"At the price" are you referring to the cost of the laptop power supplies or the added power regulator boards (LM2596...)?

Again, it depends on what you're using it for. I was actually referring to the regulator boards, since at about a dollar each, there is no reason to push the capacity of a board, unless, of course, the load requires that much power. On a 3 amp power supply, I would use up to 3 boards, one for each application, e.g. one for signals, one for building lights, and one for servos. I would do it that way, rather than one power supply and one regulator per application, only to limit the number of plugs in the power strip. And yes, there is a power efficiency factor, but for us, its not really that important.
 

railBuilderDhd

Active Member
I thought maybe some will not get the reference of ripple. So what. after one bottle you just don't care. LOL

I agree about not pushing each board and I was already thinking I could keep these divided basted on what they are used for. I will use one for LED's and one for Servos controlling the track switches and then one more for other animations I will be adding as I go. That's my basic thought for now.

I am excited about doing these projects and now that I will be able to use the free power supplies I have that's one less expense pulling on my hobby budget.

Dave
 

railBuilderDhd

Active Member
So last night I got to thinking about this discussion. So far we talked about volts and amps but what about watts? I realize we haven't even talked about them. This makes me think we are not worried about them? That seems wrong. I know the resisters used for LEDs are based on watts. Right?
Just keeping the discussion moving.

I got the motors fromeBay yesterday. Wow they are really small. So mall I may need to get more that are bigger. That's something I don't normally say when buying for the hobby.

Dave
 

Red Oak & Western

Active Member
Watts. The formula is P=IE where P stands for Power, expressed in watts; I stands for Intensity (since C was already in use), expressed in amperes; and E stands for ElectroMotive Force (EMF), the early description of Voltage, expressed in volts.

So far we have ignored watts because, for the most part, it doesn't matter. About the only component we (model railroaders) are concerned with watts is resistors. And the most common are 1/4 watt, which defines the amount of power consumed by the resistor not the whole circuit, and are big enough for most every instance where we use them.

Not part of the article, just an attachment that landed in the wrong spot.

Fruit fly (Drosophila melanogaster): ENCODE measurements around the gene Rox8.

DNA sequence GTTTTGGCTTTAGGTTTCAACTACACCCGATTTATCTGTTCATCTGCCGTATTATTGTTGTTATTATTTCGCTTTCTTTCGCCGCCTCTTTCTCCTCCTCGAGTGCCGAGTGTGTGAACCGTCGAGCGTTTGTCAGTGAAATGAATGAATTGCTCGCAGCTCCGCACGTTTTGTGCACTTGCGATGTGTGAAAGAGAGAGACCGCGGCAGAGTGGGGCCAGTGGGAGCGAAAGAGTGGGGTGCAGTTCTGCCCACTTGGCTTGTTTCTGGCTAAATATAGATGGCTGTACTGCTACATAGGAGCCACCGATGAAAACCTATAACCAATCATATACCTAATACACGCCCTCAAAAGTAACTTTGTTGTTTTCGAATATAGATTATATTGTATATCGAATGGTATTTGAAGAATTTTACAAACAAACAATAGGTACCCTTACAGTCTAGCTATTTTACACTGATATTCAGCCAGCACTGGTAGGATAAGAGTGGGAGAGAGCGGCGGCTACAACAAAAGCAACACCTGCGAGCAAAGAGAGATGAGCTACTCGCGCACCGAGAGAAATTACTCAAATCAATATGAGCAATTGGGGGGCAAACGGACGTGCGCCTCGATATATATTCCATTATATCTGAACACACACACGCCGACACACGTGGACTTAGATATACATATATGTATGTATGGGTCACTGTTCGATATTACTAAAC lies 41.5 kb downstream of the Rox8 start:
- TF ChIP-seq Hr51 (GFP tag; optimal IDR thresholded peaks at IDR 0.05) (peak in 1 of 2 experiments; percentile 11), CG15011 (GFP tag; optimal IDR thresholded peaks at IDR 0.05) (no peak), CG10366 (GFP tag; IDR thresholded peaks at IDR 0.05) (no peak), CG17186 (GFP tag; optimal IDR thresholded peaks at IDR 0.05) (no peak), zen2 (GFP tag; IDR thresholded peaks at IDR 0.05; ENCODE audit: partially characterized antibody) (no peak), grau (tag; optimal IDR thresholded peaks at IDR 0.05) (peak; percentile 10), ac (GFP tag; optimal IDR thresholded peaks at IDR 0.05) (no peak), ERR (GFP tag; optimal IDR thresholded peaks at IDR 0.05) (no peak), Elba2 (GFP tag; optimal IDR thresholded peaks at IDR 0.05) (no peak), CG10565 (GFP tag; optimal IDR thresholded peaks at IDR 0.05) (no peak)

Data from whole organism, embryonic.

We focus on voltage and amperage because that is how our "devices", whatever we are using, are rated. A servo requires 4.8 volts and consumes 220 mA (milliamperes, or 0.220 A). A red LED requires 2.0 volts and consumes 20mA. etc. etc.

And on the subject of motors; servo, switch machine, or locomotive, I have ignored the differences between operating current and stall current.
 

railBuilderDhd

Active Member
Watts... ...And on the subject of motors; servo, switch machine, or locomotive, I have ignored the differences between operating current and stall current.

This sounds like our segue to our next chapter on electronic and model building.

Should I be looking up what is the difference between operational and stall current?

For now I'll not think about watts as it seems like I may be able to do all I need without knowing much about watts.

Dave
 

Red Oak & Western

Active Member
We can start with the 3 current ratings that apply to a (model) locomotive: operating, slipping, and stall. Operating is the amount of current to motor draws during normal operation. Then take hold of the coupler so that the wheels slip (duh). This is the amount of current you should use when determining the capacity (number of locomotives) a power supply / booster / etc. Finally, take your thumb and press on the top of the loco until the spinning wheels stop spinning. This is the stall current, that is, trying to run, but the motor is stalled.

The same operating and stall currents apply to things like switch motors, servos, etc. LEDs and incandescent lights only have their operating current.
 

railBuilderDhd

Active Member
So, now that we have discussed all about how to use the laptop power supplies I was thinking about the cheap power supplies you see all over the place. I was thinking about the output of these and the laptop supply and what would really be better to use. The power supplies from laptop or the universal power supplies? Would one heat up more then the other? Do you get more powered from a laptop power supply or the universal power supply?

Any thoughts on this guys? I just got my hands on a few more universal power supplies. I noticed one had an output of 100mA and I thought that's not bad, correct? Maybe these are better to use.

Dave
 

jdetray

Well-Known Member
Hi Dave -

A maximum current of 100mA is pretty low -- one-tenth of an Amp. You could use such a power supply to power perhaps 5 LEDs, but that's about all.

When you refer to "the cheap power supplies you see all over the place" are you talking about wall-wart type supplies or something else?

- Jeff
 

railBuilderDhd

Active Member
Hi Dave -

A maximum current of 100mA is pretty low -- one-tenth of an Amp. You could use such a power supply to power perhaps 5 LEDs, but that's about all.

When you refer to "the cheap power supplies you see all over the place" are you talking about wall-wart type supplies or something else?

- Jeff

My bad, it was 1100 mA not 100mA.

Other question for you guys. If there is a universal power supply that has an output of 15V and 1100mA do you need to have a power regulator to change this to 12v and when it changes to 12v will the 1100mA also change to less?

Dave